We are heading in a direction that is probably OTT for this thread but posting a reply here as the original is here.

I am also of Indian origin and born in Kenya and disagree with a lot of what has been said above. There was absolutely NO squeeze on any of the Asian community in Kenya. The option was very straight forward, surrender your British nationality, become a Kenyan citizen and carry on as normal or retain your British passport and leave Kenya. Many Indians did not trust the regime and decided to move and many elected to obtain Kenyan nationality and continue as before. There was NO bar on how an Indian could become a citizen. Pay a small bribe and all was possible.

The majority of the Indians that obtained Kenyan nationality have thrived and continue to live lives that are opulent at least. A list of the richest Kenyans bears testimony to this fact. 6 of the top 20 are Indians.

https://businesstoday.co.ke/richest-ken ... anthropic/

Let’s add to this list, the deputy Attorney General was an Indian, 3 of the Assistant Commissioners in the Police were Indians and there was also a Sikh who was a Brigadier in the Army.

With respect to Kenyatta, his personal aide in all matters legal was Judge Chanan Singh (a gem of a man, with whom we have shared more than one meal - his personal library was so extensive that it was seized for the Kenyan Government as a national treasure when he passed away) whose opinion exceeded that of Charles Njonjo who was his employer by virtue of being the Attorney General! Yes Kenyatta was corrupt but show me an African leader (other than Nyerere) who was not.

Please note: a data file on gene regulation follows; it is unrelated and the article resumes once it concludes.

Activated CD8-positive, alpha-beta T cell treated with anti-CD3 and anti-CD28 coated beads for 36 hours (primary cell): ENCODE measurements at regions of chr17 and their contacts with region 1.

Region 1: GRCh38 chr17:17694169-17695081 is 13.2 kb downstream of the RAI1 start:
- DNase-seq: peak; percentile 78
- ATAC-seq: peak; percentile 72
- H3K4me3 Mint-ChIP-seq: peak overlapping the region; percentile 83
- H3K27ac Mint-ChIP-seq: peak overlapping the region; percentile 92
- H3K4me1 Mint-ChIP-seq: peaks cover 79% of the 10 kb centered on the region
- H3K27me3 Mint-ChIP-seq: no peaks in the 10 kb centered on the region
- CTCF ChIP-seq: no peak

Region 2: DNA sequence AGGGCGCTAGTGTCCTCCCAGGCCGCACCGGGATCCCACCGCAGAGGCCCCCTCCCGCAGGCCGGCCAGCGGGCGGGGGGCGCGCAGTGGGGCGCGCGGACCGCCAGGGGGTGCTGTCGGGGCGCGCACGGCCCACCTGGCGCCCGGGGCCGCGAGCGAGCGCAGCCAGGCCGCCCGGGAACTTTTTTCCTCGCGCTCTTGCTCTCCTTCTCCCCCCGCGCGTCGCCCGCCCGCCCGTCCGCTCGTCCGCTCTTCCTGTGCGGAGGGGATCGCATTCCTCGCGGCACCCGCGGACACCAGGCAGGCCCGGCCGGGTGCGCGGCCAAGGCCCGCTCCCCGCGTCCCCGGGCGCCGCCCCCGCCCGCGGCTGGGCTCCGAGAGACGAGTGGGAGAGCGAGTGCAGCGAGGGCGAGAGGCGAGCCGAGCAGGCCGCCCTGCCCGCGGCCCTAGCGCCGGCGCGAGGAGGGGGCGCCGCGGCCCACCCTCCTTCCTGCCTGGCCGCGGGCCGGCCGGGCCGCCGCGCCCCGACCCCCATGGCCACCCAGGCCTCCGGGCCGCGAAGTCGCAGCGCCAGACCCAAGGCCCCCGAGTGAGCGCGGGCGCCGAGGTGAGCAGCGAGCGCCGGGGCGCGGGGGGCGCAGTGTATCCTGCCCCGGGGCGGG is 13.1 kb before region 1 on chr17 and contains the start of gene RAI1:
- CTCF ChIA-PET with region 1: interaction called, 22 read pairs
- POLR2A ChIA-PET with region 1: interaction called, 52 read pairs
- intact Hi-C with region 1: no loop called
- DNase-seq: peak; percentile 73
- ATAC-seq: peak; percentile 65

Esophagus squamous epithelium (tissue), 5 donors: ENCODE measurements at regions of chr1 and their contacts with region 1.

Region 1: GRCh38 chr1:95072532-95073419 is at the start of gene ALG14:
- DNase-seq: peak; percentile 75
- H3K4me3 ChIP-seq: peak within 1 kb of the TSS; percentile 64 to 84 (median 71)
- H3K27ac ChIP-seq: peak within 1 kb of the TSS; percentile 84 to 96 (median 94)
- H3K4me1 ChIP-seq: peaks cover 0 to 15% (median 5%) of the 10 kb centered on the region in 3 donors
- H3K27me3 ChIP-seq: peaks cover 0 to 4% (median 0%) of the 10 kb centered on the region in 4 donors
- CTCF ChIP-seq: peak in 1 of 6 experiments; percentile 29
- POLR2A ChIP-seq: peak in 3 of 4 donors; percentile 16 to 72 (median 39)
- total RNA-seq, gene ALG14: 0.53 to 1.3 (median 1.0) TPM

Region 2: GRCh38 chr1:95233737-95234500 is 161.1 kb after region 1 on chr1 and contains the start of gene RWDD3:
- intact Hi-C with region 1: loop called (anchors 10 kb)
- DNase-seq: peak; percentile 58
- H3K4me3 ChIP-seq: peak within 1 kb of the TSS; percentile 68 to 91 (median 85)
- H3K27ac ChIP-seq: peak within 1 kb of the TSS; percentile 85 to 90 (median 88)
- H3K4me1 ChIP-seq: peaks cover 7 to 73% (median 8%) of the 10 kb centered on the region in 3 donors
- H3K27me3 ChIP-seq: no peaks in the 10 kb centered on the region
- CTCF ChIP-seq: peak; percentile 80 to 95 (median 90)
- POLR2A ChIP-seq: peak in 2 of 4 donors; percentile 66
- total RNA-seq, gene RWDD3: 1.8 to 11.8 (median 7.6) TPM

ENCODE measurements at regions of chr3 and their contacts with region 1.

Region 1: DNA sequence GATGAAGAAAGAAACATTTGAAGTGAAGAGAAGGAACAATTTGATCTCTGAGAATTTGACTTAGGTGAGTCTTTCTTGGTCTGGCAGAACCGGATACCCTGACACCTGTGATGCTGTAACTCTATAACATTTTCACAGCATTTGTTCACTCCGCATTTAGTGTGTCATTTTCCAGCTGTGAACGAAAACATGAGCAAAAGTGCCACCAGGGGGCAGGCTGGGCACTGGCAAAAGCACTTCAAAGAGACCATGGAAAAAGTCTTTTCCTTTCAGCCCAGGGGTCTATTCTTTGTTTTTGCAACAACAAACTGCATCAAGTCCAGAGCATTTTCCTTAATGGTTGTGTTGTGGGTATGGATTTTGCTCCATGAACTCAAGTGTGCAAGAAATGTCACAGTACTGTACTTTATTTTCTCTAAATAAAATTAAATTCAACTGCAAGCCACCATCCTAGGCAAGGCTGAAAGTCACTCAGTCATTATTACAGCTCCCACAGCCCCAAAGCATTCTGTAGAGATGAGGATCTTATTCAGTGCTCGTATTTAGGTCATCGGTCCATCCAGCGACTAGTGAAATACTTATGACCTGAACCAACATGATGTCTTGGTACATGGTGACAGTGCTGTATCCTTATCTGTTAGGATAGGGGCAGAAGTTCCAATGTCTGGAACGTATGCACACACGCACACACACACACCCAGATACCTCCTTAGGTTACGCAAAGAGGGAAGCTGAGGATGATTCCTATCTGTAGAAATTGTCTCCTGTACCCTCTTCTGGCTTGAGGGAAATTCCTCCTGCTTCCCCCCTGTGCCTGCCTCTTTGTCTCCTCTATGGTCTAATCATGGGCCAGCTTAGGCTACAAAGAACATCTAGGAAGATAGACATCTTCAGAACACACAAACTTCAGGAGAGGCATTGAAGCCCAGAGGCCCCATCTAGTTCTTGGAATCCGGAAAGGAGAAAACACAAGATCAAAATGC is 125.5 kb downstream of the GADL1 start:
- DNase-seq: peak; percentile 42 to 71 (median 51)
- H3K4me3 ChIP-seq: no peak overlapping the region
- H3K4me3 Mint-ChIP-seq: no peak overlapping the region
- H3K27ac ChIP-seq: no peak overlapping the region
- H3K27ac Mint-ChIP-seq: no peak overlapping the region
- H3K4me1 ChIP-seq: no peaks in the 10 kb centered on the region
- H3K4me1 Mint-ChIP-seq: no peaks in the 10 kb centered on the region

With regards to Pio Gama Pinto assassination, it was nothing to do with him being an Indian. He was simply a communist who did not know where to draw the line. James Kiriuki, Tom Mboya, Robert Ouko, George Muchai were also assassinated. They weren’t Indians. These are matters related to power, plain and simple. One should know ones place in African politics.

As a community we hosted may "Indians" whilst we were there. The 2 that remain in my mind were Atal Bihari Vajpayee who put up at NGS’ s house and General Jagjit Singh Aurora who can home for breakfast whilst staying at S-----’s house down the road from us. The thrill of being introduced to the General remain with me to this day and the memory of that breakfast clouds every discussion of 1971 as is seems so personal a matter as I have met the man!

Much as we have emigrated from there for personal reasons we as a family as with many if not all of our friends continue to be deeply embedded with all that is Kenyan Indian that includes all our social lives and economic relationships.

I am sorry for those for whom it did not work out and felt that it would be unfair if their reflection was the only opinion on this matter. Thus this response.

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Re: India-US relations: News and Discussions IV

Postby KL Dubey » 18 Jul 2020 21:45

^^Thanks. Agree it is OT, but very enlightening post.

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Re: India-US relations: News and Discussions IV

Postby Krita » 18 Jul 2020 22:38

Lisa wrote:
Aldonkar wrote:.

I am sorry for those for whom it did not work out and felt that it would be unfair if their reflection was the only opinion on this matter. Thus this response.


My understanding about Uganda is based on books (never have travelled outside India). I was just pointing out the hypocrisy of the victimcard ploy of BLM.

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Re: India-US relations: News and Discussions IV

Postby pankajs » 19 Jul 2020 16:17

For future reference ... folks seem to forget this aspect and paint the nuclear deal a failure!

https://twitter.com/raji143/status/1284497699383828481